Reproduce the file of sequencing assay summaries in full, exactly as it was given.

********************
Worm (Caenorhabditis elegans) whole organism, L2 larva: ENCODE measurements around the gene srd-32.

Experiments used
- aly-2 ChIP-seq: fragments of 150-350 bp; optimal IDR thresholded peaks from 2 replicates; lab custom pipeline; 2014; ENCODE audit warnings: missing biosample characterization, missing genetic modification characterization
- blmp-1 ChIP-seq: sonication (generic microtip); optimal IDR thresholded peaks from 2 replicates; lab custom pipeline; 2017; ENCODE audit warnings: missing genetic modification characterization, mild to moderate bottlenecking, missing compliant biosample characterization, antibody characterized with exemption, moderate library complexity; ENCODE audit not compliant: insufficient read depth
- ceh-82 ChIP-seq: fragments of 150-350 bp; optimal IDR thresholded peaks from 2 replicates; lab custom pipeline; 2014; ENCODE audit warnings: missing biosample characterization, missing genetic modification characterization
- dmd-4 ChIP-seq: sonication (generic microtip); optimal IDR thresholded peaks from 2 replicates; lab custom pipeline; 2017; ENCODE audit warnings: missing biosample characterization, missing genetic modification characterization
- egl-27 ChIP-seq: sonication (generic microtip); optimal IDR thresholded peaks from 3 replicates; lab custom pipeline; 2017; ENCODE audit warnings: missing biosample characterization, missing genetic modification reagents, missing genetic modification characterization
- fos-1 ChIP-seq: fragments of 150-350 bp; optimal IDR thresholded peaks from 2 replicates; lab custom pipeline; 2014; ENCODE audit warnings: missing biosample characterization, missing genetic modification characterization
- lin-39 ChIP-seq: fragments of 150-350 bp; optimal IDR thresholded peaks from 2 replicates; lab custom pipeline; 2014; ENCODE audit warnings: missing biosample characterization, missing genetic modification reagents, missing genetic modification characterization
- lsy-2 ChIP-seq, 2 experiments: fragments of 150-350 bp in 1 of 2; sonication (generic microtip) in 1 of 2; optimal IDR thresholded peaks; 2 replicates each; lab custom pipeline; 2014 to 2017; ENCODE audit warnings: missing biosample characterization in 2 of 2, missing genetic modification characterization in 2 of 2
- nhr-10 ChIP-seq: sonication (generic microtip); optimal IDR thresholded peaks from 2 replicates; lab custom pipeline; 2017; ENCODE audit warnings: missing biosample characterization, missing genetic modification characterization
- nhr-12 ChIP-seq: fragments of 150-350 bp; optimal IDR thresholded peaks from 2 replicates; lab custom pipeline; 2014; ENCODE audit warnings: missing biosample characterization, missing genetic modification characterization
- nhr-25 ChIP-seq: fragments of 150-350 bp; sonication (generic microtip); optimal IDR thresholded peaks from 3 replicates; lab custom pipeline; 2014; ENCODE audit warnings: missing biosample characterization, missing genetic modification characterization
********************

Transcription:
Worm (Caenorhabditis elegans) whole organism, L2 larva: ENCODE measurements around the gene srd-32.

Experiments used
- aly-2 ChIP-seq: fragments of 150-350 bp; optimal IDR thresholded peaks from 2 replicates; lab custom pipeline; 2014; ENCODE audit warnings: missing biosample characterization, missing genetic modification characterization
- blmp-1 ChIP-seq: sonication (generic microtip); optimal IDR thresholded peaks from 2 replicates; lab custom pipeline; 2017; ENCODE audit warnings: missing genetic modification characterization, mild to moderate bottlenecking, missing compliant biosample characterization, antibody characterized with exemption, moderate library complexity; ENCODE audit not compliant: insufficient read depth
- ceh-82 ChIP-seq: fragments of 150-350 bp; optimal IDR thresholded peaks from 2 replicates; lab custom pipeline; 2014; ENCODE audit warnings: missing biosample characterization, missing genetic modification characterization
- dmd-4 ChIP-seq: sonication (generic microtip); optimal IDR thresholded peaks from 2 replicates; lab custom pipeline; 2017; ENCODE audit warnings: missing biosample characterization, missing genetic modification characterization
- egl-27 ChIP-seq: sonication (generic microtip); optimal IDR thresholded peaks from 3 replicates; lab custom pipeline; 2017; ENCODE audit warnings: missing biosample characterization, missing genetic modification reagents, missing genetic modification characterization
- fos-1 ChIP-seq: fragments of 150-350 bp; optimal IDR thresholded peaks from 2 replicates; lab custom pipeline; 2014; ENCODE audit warnings: missing biosample characterization, missing genetic modification characterization
- lin-39 ChIP-seq: fragments of 150-350 bp; optimal IDR thresholded peaks from 2 replicates; lab custom pipeline; 2014; ENCODE audit warnings: missing biosample characterization, missing genetic modification reagents, missing genetic modification characterization
- lsy-2 ChIP-seq, 2 experiments: fragments of 150-350 bp in 1 of 2; sonication (generic microtip) in 1 of 2; optimal IDR thresholded peaks; 2 replicates each; lab custom pipeline; 2014 to 2017; ENCODE audit warnings: missing biosample characterization in 2 of 2, missing genetic modification characterization in 2 of 2
- nhr-10 ChIP-seq: sonication (generic microtip); optimal IDR thresholded peaks from 2 replicates; lab custom pipeline; 2017; ENCODE audit warnings: missing biosample characterization, missing genetic modification characterization
- nhr-12 ChIP-seq: fragments of 150-350 bp; optimal IDR thresholded peaks from 2 replicates; lab custom pipeline; 2014; ENCODE audit warnings: missing biosample characterization, missing genetic modification characterization
- nhr-25 ChIP-seq: fragments of 150-350 bp; sonication (generic microtip); optimal IDR thresholded peaks from 3 replicates; lab custom pipeline; 2014; ENCODE audit warnings: missing biosample characterization, missing genetic modification characterization